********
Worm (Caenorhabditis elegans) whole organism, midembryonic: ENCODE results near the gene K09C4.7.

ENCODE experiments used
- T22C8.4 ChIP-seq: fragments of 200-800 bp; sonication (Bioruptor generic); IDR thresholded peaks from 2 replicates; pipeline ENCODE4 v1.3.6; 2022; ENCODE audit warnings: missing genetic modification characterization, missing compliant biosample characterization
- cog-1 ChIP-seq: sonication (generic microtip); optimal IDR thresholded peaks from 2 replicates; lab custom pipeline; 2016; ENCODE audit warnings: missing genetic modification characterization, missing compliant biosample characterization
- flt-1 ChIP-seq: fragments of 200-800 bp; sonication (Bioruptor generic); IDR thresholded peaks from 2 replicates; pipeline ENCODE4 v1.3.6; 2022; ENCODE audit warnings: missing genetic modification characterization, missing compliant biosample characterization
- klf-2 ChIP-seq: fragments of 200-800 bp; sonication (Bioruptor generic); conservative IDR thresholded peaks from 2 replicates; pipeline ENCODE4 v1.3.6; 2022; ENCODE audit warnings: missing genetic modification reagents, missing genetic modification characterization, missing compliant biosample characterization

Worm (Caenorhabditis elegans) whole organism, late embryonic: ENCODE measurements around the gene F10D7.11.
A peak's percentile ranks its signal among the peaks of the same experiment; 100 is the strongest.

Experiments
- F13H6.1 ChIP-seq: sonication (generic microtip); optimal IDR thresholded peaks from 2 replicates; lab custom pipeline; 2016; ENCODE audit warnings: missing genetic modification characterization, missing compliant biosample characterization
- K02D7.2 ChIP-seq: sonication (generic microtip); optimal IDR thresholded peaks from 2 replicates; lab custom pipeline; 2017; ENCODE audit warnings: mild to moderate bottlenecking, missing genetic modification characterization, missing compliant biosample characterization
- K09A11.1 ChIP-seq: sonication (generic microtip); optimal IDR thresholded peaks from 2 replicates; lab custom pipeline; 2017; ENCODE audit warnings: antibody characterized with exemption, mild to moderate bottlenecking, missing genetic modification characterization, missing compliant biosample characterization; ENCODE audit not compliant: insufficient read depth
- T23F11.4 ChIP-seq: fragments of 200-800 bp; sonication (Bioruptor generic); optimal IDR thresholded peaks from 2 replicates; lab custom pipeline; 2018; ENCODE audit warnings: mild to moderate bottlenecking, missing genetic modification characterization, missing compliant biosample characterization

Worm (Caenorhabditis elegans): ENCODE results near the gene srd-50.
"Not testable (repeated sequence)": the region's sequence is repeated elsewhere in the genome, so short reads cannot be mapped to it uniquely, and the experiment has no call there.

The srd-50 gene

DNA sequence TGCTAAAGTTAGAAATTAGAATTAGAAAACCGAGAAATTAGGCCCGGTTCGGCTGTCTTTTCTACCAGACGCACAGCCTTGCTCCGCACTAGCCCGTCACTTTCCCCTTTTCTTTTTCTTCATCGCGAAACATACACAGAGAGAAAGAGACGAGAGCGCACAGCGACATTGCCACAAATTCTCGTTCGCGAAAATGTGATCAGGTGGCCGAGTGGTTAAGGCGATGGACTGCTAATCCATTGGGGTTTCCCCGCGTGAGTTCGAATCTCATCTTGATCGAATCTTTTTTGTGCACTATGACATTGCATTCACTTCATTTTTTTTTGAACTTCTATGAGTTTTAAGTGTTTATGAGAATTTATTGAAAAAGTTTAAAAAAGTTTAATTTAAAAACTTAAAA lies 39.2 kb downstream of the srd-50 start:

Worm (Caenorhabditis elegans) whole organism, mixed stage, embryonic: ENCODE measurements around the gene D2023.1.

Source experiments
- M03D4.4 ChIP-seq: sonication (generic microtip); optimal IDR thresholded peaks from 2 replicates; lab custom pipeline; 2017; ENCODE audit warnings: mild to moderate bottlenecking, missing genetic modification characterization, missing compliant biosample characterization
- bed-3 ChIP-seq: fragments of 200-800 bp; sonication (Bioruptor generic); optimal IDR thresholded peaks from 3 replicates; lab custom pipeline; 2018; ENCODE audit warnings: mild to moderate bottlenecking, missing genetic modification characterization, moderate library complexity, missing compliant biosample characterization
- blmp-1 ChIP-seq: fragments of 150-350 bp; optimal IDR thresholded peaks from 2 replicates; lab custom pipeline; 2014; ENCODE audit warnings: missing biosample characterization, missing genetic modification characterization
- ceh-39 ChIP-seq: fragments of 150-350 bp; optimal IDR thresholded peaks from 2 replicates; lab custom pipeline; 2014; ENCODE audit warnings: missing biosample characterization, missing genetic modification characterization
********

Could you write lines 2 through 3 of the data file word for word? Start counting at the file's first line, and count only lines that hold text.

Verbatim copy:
ENCODE experiments used
- T22C8.4 ChIP-seq: fragments of 200-800 bp; sonication (Bioruptor generic); IDR thresholded peaks from 2 replicates; pipeline ENCODE4 v1.3.6; 2022; ENCODE audit warnings: missing genetic modification characterization, missing compliant biosample characterization